Across China, one can have anything delivered fast. Last year, Chinese people spent an average of RMB 287 ($42) on courier services, says an industry report released by the State Postal Bureau on June 24th. Shipping parcels around for Chinese consumers is generating a fortune for entrepreneurs: the surge in shares of SF Express—China’s biggest courier service by revenue—has made its founder Wang Wei, once a delivery boy, the country’s third-richest man. Wang and five other package delivery billionaires in the nation have a combined wealth of around $47 billion, according to Bloomberg Index.

Although Chinese people are getting more parcels to their doorsteps each year—23 parcels per person throughout 2016, up from eight the previous year—the pace is slowing down after years of red-hot growth. The state report reveals that the nation’s express delivery services handled a total of 13.91 billion parcels from January to May this year, with growth rate dropped to 30.3% YoY compared to last year’s 56.7%.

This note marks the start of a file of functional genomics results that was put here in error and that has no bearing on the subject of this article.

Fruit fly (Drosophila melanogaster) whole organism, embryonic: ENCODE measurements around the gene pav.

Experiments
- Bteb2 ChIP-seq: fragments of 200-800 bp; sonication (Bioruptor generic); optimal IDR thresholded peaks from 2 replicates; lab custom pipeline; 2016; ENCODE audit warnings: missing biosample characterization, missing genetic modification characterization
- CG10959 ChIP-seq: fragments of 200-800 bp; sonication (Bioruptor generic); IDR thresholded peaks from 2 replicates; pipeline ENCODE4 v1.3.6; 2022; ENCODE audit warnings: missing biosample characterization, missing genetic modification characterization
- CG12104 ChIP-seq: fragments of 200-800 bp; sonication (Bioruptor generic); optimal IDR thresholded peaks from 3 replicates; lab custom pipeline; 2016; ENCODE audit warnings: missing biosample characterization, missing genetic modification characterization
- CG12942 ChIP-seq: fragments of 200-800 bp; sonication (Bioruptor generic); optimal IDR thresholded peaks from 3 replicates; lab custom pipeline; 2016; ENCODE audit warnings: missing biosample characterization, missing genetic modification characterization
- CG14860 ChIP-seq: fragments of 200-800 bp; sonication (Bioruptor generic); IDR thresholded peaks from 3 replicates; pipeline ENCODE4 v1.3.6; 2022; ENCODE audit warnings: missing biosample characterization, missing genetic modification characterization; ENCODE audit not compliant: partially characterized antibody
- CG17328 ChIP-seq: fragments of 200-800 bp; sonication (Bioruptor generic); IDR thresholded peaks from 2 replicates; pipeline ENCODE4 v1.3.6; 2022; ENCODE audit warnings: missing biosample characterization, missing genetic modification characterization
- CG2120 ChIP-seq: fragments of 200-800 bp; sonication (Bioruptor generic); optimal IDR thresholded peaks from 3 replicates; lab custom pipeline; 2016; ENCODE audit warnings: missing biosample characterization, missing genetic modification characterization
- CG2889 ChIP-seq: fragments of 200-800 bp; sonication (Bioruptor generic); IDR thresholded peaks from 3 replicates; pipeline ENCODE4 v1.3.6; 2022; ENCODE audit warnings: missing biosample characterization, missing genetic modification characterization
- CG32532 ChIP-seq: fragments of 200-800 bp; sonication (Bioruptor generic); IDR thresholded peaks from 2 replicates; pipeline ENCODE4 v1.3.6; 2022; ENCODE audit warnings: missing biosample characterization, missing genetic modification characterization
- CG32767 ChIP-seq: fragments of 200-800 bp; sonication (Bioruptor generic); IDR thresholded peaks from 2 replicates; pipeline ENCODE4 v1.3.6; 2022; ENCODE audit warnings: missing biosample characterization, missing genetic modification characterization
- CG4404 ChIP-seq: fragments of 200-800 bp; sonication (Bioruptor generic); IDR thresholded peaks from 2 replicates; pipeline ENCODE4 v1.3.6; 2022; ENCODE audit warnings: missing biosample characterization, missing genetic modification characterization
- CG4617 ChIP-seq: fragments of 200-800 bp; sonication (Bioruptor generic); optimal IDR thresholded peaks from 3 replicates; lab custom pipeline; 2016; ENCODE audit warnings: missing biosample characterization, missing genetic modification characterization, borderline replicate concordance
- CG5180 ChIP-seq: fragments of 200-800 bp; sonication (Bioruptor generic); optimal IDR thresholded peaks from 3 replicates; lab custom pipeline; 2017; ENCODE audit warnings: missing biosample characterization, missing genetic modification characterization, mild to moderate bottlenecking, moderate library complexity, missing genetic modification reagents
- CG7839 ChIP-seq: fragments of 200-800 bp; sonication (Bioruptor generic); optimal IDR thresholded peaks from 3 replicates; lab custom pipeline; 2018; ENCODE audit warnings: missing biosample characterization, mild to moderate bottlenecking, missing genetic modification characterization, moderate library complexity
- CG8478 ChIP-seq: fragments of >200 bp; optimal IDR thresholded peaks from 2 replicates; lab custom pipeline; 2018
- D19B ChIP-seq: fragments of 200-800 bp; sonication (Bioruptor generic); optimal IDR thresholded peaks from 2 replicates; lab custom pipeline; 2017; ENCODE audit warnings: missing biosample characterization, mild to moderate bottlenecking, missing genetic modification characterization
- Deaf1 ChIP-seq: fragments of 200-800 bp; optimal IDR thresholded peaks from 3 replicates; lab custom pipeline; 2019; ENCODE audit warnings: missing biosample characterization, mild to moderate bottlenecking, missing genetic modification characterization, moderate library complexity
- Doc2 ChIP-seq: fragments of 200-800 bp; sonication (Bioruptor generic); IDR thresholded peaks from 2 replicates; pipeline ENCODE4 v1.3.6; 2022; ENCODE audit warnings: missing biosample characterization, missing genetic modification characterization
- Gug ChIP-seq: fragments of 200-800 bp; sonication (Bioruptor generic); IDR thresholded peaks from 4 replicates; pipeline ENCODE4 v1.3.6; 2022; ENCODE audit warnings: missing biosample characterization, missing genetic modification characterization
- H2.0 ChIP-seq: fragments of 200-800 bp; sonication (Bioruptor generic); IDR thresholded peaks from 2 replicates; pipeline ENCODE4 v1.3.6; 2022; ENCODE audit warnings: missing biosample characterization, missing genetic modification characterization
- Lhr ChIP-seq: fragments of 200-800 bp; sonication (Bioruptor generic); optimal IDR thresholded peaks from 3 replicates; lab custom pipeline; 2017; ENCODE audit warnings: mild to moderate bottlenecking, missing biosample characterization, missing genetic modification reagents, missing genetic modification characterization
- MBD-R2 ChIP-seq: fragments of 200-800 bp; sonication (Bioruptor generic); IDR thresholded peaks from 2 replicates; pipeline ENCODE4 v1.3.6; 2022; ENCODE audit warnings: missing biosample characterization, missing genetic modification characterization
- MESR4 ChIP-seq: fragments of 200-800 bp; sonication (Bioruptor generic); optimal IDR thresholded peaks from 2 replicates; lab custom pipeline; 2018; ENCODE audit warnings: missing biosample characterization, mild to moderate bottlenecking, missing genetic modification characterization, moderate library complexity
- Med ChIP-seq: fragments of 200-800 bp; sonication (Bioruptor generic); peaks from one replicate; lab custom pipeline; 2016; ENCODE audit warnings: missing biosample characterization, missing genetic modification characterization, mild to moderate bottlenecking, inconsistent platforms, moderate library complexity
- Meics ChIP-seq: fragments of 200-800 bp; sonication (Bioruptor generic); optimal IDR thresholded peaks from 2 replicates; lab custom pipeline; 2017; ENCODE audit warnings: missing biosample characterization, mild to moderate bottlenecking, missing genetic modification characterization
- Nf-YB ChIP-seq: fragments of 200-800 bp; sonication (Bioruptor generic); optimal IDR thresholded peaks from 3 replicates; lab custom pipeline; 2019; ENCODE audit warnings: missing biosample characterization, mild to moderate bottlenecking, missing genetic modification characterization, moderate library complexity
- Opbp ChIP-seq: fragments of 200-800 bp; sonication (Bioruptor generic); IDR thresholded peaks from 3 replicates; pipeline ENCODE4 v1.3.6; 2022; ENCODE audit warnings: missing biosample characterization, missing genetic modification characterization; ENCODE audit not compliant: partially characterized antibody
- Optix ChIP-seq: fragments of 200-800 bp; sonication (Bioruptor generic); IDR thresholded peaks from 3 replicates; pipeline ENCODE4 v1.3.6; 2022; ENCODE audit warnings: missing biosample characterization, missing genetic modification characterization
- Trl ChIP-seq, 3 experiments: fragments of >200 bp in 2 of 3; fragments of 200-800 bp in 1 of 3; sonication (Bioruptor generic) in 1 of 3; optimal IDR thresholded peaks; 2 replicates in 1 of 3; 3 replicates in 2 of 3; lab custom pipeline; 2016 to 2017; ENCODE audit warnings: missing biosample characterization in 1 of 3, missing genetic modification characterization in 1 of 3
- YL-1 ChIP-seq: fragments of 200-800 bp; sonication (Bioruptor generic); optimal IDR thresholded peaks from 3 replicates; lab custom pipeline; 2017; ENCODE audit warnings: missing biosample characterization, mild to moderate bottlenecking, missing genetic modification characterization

Over the past decade, courier companies have benefited from the e-commerce boom led by Alibaba. The cooling of express delivery is attributed to the slowdown of retail e-commerce sales, some argue (in Chinese). According to global consultancy McKinsey & Co, the growth of e-commerce gross merchandise volume in China is expected to slow to 19% this year, compared with the staggering 74% rise in 2011.

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Rita Liao

Telling the uncommon China stories through tech. I can be reached at ritacyliao [at] gmail [dot] com.